How to sell a television documentary: Al Jazeera, One Nation and media ethics

March 27, 2019

Like many people I was fascinated by Al Jazeera’s investigation, “How to sell a massacre“, into the relationship between Pauline Hanson’s One Nation and the American gun lobby group, the National Rifle Association.

Screen Shot 2019-03-27 at 12.06.17 pm

The story broke in Australia with several teasers from the Al Jazeera program, which is screening in two parts. As I am writing this on Wednesday 27 March 2019, the second installment is not available in Australia via the Al Jazeera website, so my comments are qualified by the disclosure that I’ve only seen part 1.

Never-the-less, as one of the unwitting ‘stars’ of the documentary.PHON fixer James Ashby claimed, a shit storm would erupted if news of his visit to Washington DC ever became public.

Indeed it has. PHON chief strategist and Hanson’s latest Svengali (or perhaps Rasputin), James Ashby, has been anxiously trying to play down the significance of the revelations in the Al Jazeera film.

It is important to nail down exactly what these revelations are, or could be, because the investigation has also raised a number of important questions and issues about journalism ethics.

Does “How to sell a massacre” pass the public interest test?

Public interest here is the key. We’re not just talking about the voyeur’s delight we might feel in watching two PHON honchos make total fuckwits of themselves. Sure, there is pleasure in that, but it is not a strong enough justification for the deception that was perpetrated in the name of pubic interest and disclosure.

In particular, when is an undercover sting operation, like the one at the centre of this story, justified by the public interest in getting “facts” out into the public domain. Read the rest of this entry »

Virginia Tech shootings – the coverage and the aftermath

April 17, 2007

One of the worst mass shootings in the US, the death of more than 30 students and staff at Virginia Tech in Blacksburg Virginia on 16th April, is likely to be a big story for months. The funerals of the victims are likely to attract massive global media attention and no doubt we’ll see some ugly scenes in the coming weeks as various outlets jostle to “own” the story and to shut out their opposition.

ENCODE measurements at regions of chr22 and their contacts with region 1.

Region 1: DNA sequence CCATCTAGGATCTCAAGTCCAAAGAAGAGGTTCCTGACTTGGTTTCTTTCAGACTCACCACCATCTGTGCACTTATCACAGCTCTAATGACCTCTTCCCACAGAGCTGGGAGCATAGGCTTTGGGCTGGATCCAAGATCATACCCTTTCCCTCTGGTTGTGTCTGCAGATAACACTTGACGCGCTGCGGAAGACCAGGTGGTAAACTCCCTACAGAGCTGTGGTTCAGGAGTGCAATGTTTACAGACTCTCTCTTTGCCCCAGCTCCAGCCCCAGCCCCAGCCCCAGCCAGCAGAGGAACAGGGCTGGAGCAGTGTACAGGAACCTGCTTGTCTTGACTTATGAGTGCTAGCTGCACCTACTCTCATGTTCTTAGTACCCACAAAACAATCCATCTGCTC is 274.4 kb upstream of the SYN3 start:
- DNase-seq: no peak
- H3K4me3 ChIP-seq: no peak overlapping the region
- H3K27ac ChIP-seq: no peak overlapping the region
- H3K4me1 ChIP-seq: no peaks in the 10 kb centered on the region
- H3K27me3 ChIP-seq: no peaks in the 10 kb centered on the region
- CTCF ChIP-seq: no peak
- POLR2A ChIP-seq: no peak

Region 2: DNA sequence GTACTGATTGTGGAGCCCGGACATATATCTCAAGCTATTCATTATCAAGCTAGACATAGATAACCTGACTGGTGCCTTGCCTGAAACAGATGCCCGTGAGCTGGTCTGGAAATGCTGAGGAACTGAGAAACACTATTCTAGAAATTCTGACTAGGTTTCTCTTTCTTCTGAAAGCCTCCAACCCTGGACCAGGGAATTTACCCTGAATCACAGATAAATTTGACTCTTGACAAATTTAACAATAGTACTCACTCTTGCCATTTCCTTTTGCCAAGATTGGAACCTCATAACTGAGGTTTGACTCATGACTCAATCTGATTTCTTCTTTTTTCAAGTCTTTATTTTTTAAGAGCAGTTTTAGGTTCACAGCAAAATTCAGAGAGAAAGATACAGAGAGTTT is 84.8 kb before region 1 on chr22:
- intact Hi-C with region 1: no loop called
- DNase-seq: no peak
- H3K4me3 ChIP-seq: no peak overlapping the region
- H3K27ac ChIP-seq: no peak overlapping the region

This is a reality in the commercial media world, even when there’s tragedy on such a mass scale.
The Poynter Institute has been quick to upload some tips for reporters and media covering this story. Particularly in dealing with eye witnesses, managing the footage of victims, dealing with rumours and managing posts onto blogs and commentary on news sites. All sound advice.

Ethical Martini will be monitoring the coverage carefully, and posting on any issues that arise.

Recent experience in Australia, particularly coverage of the worst mass shooting in Australian history, the Port Arthur “massacre” on 28 April 1996 (35 killed) is a salient case study, as is the Columbine school shootings of 29 April 1999.

Unfortunately, Martin Bryant, the man convicted of the Port Arthur killings has become a hero of th weird consipiracy theory movement, but The Age newspaper (Melbourne) ran a good commemorative piece in April 2006.

It will also be interesting to see how the political debate about gun control (or the obvious lack of it in the USA) is played out. The National Rifle Association is a powerful minority lobby group well out of step with mainstream American opinion, but rich enough to subborn the democratic process through liberal (illiberal) applications of cash to the right Washington pockets. The NRA’s mealy-mouthed statement in response the Blacksburg shootings is enough said about this lunatic fringe organisation.

Let’s hope Dubya’s staunch backing of the gun lobby is another nail is the Republican’s presidential hopes for 2008.

It’s sad that the deaths of more than 30 young, bright future American leaders has to happen to shake the US out of its complaceny. My sympathies to all who feel a loss at this time.